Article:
He lured the paparazzi to Africa, where people really needed the attention.
If it wasn’t for Brad Pitt, most Americans would never have heard of Namibia. They might not know about AIDS orphans in South Africa, or the plight of children in Haiti, or what transpired at the World Economic Forum in Davos, Switzerland.
Pitt, 42, has been a movie star for 15 years—and a paparazzi target for nearly as long. Celebrity mags have made millions reporting on his love life, and the obsession only intensified when he began romancing Angelina Jolie. So he started fighting back—but not by punching photographers. If paparazzi were going to follow the couple everywhere, Pitt figured they might as well drag them somewhere that desperately needed the world’s attention. “It’s the first time I’ve actually felt like we have some degree of control over it,” says Pitt, from his home in Malibu. “I can’t describe what an immense relief it is for me.” The splashiest example of his new strategy unfolded just last month. He and Jolie, who recently gave birth to their daughter Shiloh Nouvel in Namibia, sold the coveted first baby photos to People magazine for a reported $4 million—and gave all the money to African charities. “Knowing that someone was going to hound us for that first photo—and was going to profit immensely for doing it—I just couldn’t live with it,” Pitt says. “We were able to turn that around and collect millions for people who are really going to need it.”
If Pitt was simply using his star power to force the celebrity press to cover poverty and disease, that would be enough—it’s far more than most celebrities do. But Pitt has also been studying trade issues, diving into why much of Africa is so impoverished and how it can be turned around. “Industrialized nations cost Africa three times what we give it in aid,” he says. “We buy their coffee beans, but we don’t let them process the beans, which is where the real money is. So what we’re doing is digging a hole for them that they can’t get out of, and then throwing a little money in the hole. The odds are just stacked against them.”
Fatherhood, he says, helped accelerate his activism. Not long before Shiloh was born, Pitt adopted Jolie’s son, Maddox, whom she originally adopted from Cambodia, and her daughter Zahara, whom she adopted last summer from Ethiopia. “I look at [Zahara] and imagine what her life could have been,” he says. “You want to grab as many of these kids in your arms as you can. They need our help, and we should be doing more.”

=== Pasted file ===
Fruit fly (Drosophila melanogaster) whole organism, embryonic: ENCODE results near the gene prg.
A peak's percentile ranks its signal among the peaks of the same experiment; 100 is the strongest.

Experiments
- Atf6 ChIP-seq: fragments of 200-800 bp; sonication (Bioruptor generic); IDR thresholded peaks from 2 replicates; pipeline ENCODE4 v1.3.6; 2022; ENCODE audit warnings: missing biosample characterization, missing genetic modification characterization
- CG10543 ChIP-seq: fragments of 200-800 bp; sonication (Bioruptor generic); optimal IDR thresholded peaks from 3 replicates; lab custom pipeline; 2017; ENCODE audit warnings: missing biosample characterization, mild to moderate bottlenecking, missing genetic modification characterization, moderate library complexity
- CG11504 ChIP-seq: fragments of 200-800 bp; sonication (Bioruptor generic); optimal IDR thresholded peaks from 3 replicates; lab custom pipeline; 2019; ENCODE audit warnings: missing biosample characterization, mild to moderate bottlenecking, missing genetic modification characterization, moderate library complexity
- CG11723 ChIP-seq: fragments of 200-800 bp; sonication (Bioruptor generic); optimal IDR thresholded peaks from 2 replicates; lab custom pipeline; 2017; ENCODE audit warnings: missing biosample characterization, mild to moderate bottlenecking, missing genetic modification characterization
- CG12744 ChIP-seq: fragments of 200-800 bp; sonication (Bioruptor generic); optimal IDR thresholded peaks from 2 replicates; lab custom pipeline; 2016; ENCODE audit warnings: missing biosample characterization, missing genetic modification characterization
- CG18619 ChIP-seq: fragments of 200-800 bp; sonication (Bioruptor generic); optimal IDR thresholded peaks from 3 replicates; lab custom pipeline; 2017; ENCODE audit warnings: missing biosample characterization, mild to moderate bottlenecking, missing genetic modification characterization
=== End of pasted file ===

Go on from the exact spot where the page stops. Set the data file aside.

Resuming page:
He’s doing more in America, too. A longtime student of architecture and an advocate of “green” design, Pitt saw an opportunity after Hurricane Katrina to help rebuild New Orleans in an innovative way. Joining forces with Global Green USA, an environmental advocacy group, Pitt put up $100,000 to help sponsor an architecture competition that requires contestants to create affordable, multifamily housing for the city that is ecofriendly and community focused. Some 3,000 people have pre-registered for the competition. Global Green predicts that the number of actual design submissions will be several hundred.
“We can’t just consume ourselves into extinction,” he says. “We have to find a new paradigm, a new way of thinking. Of course, the ultimate goal is to get the designs built. It’s a bit of a quagmire down there now, so I see myself getting even more involved in the future.”
First, he has to be free to leave the house. Since returning from Africa, the Jolie-Pitt clan has been swarmed by paparazzi. “They’re outside the house right now, at least 40 of them,” Pitt says, as a baby’s cry fills the background. “There are two boats out in the water, and there’s an occasional chopper that goes by.” Indeed, the sound of a helicopter propeller is so loud at times during our interview that Pitt can’t hear the questions. “It’s madness,” he says. But he doesn’t sound annoyed. Far from it: he sounds like any other blissed-out new dad. “Do you have kids? It’s absolutely sublime.” You can virtually hear him smile over the phone. “Whether you have them or adopt them, they’re all blood. And the funniest people I’ve ever met.”
Pretty soon, it’ll be their generation’s world. “I’ve had the luxury of being able to see these issues firsthand,” he says. “If I don’t share that, I’m complicit in the problem.” Instead, he’s making sure he’s part of the solution.